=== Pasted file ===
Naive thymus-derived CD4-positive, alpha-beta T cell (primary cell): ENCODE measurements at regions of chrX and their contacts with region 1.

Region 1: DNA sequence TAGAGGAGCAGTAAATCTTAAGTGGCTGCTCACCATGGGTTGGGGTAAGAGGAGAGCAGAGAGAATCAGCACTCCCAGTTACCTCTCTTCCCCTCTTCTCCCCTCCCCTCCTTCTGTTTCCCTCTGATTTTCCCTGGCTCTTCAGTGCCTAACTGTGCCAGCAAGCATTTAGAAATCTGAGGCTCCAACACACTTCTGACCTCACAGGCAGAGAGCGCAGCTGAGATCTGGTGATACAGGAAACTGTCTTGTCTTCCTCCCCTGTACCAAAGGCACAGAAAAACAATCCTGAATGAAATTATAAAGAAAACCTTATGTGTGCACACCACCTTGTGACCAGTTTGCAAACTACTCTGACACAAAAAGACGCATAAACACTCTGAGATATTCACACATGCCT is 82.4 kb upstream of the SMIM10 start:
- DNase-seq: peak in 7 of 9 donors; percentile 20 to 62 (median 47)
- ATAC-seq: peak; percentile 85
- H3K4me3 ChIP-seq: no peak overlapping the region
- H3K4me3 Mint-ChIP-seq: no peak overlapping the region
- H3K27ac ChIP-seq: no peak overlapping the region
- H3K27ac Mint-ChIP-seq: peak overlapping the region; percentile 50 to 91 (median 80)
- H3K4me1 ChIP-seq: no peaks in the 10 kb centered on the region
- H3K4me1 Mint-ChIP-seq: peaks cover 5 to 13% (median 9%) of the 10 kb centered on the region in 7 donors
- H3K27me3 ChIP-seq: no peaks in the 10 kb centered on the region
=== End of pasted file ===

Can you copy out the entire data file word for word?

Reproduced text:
Naive thymus-derived CD4-positive, alpha-beta T cell (primary cell): ENCODE measurements at regions of chrX and their contacts with region 1.

Region 1: DNA sequence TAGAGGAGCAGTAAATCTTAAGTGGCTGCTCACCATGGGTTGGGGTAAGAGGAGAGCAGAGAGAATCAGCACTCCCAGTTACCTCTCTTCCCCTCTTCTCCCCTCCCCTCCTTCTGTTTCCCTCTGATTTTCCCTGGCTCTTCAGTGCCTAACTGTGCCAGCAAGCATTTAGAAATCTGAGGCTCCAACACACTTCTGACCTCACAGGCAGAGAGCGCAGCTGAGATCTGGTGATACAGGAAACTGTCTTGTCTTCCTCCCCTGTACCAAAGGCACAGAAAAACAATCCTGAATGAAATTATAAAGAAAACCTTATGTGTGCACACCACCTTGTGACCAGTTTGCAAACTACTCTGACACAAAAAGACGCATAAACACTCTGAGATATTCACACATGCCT is 82.4 kb upstream of the SMIM10 start:
- DNase-seq: peak in 7 of 9 donors; percentile 20 to 62 (median 47)
- ATAC-seq: peak; percentile 85
- H3K4me3 ChIP-seq: no peak overlapping the region
- H3K4me3 Mint-ChIP-seq: no peak overlapping the region
- H3K27ac ChIP-seq: no peak overlapping the region
- H3K27ac Mint-ChIP-seq: peak overlapping the region; percentile 50 to 91 (median 80)
- H3K4me1 ChIP-seq: no peaks in the 10 kb centered on the region
- H3K4me1 Mint-ChIP-seq: peaks cover 5 to 13% (median 9%) of the 10 kb centered on the region in 7 donors
- H3K27me3 ChIP-seq: no peaks in the 10 kb centered on the region